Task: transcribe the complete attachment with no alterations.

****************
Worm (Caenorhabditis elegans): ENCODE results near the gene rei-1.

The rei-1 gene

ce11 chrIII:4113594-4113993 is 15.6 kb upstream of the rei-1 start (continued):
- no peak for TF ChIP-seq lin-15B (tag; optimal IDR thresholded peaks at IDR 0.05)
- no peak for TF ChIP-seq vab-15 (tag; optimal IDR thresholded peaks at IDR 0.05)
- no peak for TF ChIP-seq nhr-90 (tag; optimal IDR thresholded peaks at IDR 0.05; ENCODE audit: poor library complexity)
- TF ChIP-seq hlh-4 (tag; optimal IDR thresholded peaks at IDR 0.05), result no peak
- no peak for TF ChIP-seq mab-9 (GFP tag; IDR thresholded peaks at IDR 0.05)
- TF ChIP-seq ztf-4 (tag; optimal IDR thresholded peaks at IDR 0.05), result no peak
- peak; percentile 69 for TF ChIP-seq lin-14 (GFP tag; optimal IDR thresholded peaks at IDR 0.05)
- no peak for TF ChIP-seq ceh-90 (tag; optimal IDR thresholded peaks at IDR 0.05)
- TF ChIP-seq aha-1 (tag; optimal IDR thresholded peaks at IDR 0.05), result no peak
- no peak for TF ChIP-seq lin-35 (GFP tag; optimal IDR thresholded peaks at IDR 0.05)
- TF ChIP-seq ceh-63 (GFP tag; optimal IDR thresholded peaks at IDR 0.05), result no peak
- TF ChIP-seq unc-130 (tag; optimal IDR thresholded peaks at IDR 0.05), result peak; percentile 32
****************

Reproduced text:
Worm (Caenorhabditis elegans): ENCODE results near the gene rei-1.

The rei-1 gene

ce11 chrIII:4113594-4113993 is 15.6 kb upstream of the rei-1 start (continued):
- no peak for TF ChIP-seq lin-15B (tag; optimal IDR thresholded peaks at IDR 0.05)
- no peak for TF ChIP-seq vab-15 (tag; optimal IDR thresholded peaks at IDR 0.05)
- no peak for TF ChIP-seq nhr-90 (tag; optimal IDR thresholded peaks at IDR 0.05; ENCODE audit: poor library complexity)
- TF ChIP-seq hlh-4 (tag; optimal IDR thresholded peaks at IDR 0.05), result no peak
- no peak for TF ChIP-seq mab-9 (GFP tag; IDR thresholded peaks at IDR 0.05)
- TF ChIP-seq ztf-4 (tag; optimal IDR thresholded peaks at IDR 0.05), result no peak
- peak; percentile 69 for TF ChIP-seq lin-14 (GFP tag; optimal IDR thresholded peaks at IDR 0.05)
- no peak for TF ChIP-seq ceh-90 (tag; optimal IDR thresholded peaks at IDR 0.05)
- TF ChIP-seq aha-1 (tag; optimal IDR thresholded peaks at IDR 0.05), result no peak
- no peak for TF ChIP-seq lin-35 (GFP tag; optimal IDR thresholded peaks at IDR 0.05)
- TF ChIP-seq ceh-63 (GFP tag; optimal IDR thresholded peaks at IDR 0.05), result no peak
- TF ChIP-seq unc-130 (tag; optimal IDR thresholded peaks at IDR 0.05), result peak; percentile 32